The contribution of communication in measles immunization in rural Uganda: A case study of Bugabula County, Kamuli District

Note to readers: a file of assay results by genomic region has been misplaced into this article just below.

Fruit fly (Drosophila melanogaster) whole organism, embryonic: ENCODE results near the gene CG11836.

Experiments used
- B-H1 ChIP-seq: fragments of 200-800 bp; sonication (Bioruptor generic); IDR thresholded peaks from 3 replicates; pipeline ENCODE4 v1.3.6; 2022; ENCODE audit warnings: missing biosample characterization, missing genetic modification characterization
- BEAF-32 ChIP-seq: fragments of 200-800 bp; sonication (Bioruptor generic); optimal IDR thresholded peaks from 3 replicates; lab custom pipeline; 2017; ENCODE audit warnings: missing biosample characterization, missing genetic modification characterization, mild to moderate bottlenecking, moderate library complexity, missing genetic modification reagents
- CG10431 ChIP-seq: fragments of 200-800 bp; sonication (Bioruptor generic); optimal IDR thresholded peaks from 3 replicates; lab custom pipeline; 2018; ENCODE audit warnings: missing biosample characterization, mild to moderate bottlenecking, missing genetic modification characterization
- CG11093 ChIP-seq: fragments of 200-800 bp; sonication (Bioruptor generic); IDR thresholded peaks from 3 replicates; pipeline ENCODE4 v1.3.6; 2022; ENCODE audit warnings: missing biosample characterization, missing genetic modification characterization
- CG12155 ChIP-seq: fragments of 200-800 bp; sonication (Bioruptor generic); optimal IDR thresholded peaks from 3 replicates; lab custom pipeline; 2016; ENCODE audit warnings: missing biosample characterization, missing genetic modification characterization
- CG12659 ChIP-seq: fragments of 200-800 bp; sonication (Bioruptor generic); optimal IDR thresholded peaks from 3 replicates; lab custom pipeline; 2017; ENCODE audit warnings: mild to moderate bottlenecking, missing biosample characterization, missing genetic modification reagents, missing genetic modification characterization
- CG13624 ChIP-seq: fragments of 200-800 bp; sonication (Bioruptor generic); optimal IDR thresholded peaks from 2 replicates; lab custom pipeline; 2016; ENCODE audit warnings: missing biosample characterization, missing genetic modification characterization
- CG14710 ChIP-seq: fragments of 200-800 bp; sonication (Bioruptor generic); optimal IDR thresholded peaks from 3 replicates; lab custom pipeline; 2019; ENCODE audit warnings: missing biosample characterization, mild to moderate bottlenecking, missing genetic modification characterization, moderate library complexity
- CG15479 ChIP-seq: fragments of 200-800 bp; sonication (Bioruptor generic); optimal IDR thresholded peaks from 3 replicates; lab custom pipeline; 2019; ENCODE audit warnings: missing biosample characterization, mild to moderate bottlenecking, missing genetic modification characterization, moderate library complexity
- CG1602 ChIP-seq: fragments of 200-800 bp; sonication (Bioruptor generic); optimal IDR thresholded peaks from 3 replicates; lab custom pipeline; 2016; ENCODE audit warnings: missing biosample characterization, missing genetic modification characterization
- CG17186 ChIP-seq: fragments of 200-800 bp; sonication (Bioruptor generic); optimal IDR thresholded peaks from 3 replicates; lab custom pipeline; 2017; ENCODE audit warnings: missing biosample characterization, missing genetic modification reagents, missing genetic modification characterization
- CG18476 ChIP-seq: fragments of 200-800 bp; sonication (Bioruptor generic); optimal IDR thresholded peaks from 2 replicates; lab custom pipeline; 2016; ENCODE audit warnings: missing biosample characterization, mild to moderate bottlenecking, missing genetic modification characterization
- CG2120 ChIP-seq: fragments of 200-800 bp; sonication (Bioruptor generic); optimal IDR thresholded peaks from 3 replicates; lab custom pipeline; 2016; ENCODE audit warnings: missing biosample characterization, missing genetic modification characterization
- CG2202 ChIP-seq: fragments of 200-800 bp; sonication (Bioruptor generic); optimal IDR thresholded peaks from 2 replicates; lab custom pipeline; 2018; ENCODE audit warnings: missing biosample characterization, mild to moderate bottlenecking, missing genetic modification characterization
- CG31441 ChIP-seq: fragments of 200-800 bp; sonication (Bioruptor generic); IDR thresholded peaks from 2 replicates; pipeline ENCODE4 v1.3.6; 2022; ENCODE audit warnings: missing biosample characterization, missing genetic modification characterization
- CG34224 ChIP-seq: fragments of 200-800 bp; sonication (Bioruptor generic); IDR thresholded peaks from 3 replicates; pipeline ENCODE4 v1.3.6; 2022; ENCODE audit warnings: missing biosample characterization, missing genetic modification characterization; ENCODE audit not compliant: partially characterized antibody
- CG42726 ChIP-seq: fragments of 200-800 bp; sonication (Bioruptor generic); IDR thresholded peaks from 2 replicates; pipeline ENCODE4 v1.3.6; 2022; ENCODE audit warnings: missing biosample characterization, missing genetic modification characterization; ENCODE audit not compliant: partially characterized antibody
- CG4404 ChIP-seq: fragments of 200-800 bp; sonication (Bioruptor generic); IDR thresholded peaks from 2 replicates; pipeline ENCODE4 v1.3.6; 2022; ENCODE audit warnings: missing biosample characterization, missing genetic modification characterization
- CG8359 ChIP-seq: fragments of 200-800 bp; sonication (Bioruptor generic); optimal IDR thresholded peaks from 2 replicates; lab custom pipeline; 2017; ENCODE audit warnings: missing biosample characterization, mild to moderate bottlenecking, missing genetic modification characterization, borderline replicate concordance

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Informed by the Diffusion of Innovation Theory as advanced by Everett Rogers (1995), this study sought to explore the appropriate communication campaigns in measles immunisation and their contribution to the successful implementation of the exercise in rural Uganda. This was done by seeking explanation to the socio-cultural factors that influence interpersonal and group communication for measles immunisation in rural areas and how the community responds to them. Survey data was collected from 178 parents/guardians of children under five years of age. A total of 108 of these were female though the original design was to get an equal number of male and female parents/guardians. There were also 15 key informant interviews and FGDs to provide detailed information on various aspects of the study. The study found that there is a very high level of awareness of immunisation against measles in the area of study. It noted that media-oriented communication campaigns especially the radio had to some extent, played an important role in delivering messages for immunisation against measles in rural communities. But even if the mass media campaigns reach many people and are quite cheap--compared to other campaigns—this study demonstrated that rural areas have little or even no access to the mass media. The majority of the population is semi-literate, has no access to television and newspapers. Some of those with access to radio prefer entertainment programmes (especially music) to healthcare programmes like those focusing on immunisation against measles. It also showed that there are a number of socio-cultural factors that affect the way healthcare messages are shared at the interpersonal and group levels in the rural communities. Among the key recommendations of the study was the integration of community and opinion leaders into the existing communication campaigns to enhance the success of immunization programmes in the rural areas. Others include the need to provide timely and accurate information to women—mainly because they are the ones who normally stay at home most of the time and face competing demands at household level. Communication campaigns should also seek to correct the myths and misconceptions based on traditional beliefs, values and practices that prohibit some parents and/or guardians from taking their children for immunization. Although the findings of this study cannot be said to be true for all parts of the country, they are a major indicator of the situation in most rural areas. There is a lot that can be done as a follow-up to this study. Most notably, a comparative study of the media-oriented campaigns and socially constructed communication campaigns on influencing health care seeking behaviour in rural areas needs to be undertaken.